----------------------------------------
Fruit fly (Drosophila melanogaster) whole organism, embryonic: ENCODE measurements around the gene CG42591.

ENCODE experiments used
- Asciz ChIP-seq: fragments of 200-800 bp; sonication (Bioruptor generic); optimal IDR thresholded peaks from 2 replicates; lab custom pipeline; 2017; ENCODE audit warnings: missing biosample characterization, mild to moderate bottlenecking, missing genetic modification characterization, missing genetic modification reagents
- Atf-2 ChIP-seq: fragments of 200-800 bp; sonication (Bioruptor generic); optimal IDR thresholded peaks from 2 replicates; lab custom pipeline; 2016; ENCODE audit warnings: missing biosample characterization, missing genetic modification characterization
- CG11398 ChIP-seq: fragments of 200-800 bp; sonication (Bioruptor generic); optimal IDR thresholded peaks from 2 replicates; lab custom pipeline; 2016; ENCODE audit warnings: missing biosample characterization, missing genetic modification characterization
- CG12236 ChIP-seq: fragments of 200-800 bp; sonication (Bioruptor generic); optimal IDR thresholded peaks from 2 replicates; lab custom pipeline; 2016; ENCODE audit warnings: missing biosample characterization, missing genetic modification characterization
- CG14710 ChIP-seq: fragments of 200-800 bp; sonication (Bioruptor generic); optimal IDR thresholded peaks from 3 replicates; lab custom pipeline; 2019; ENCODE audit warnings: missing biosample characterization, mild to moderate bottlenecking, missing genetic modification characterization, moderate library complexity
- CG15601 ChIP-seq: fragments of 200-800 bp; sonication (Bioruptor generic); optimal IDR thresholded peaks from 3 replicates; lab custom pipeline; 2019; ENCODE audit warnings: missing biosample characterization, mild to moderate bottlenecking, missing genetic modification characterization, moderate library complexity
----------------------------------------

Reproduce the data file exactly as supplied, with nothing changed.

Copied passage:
Fruit fly (Drosophila melanogaster) whole organism, embryonic: ENCODE measurements around the gene CG42591.

ENCODE experiments used
- Asciz ChIP-seq: fragments of 200-800 bp; sonication (Bioruptor generic); optimal IDR thresholded peaks from 2 replicates; lab custom pipeline; 2017; ENCODE audit warnings: missing biosample characterization, mild to moderate bottlenecking, missing genetic modification characterization, missing genetic modification reagents
- Atf-2 ChIP-seq: fragments of 200-800 bp; sonication (Bioruptor generic); optimal IDR thresholded peaks from 2 replicates; lab custom pipeline; 2016; ENCODE audit warnings: missing biosample characterization, missing genetic modification characterization
- CG11398 ChIP-seq: fragments of 200-800 bp; sonication (Bioruptor generic); optimal IDR thresholded peaks from 2 replicates; lab custom pipeline; 2016; ENCODE audit warnings: missing biosample characterization, missing genetic modification characterization
- CG12236 ChIP-seq: fragments of 200-800 bp; sonication (Bioruptor generic); optimal IDR thresholded peaks from 2 replicates; lab custom pipeline; 2016; ENCODE audit warnings: missing biosample characterization, missing genetic modification characterization
- CG14710 ChIP-seq: fragments of 200-800 bp; sonication (Bioruptor generic); optimal IDR thresholded peaks from 3 replicates; lab custom pipeline; 2019; ENCODE audit warnings: missing biosample characterization, mild to moderate bottlenecking, missing genetic modification characterization, moderate library complexity
- CG15601 ChIP-seq: fragments of 200-800 bp; sonication (Bioruptor generic); optimal IDR thresholded peaks from 3 replicates; lab custom pipeline; 2019; ENCODE audit warnings: missing biosample characterization, mild to moderate bottlenecking, missing genetic modification characterization, moderate library complexity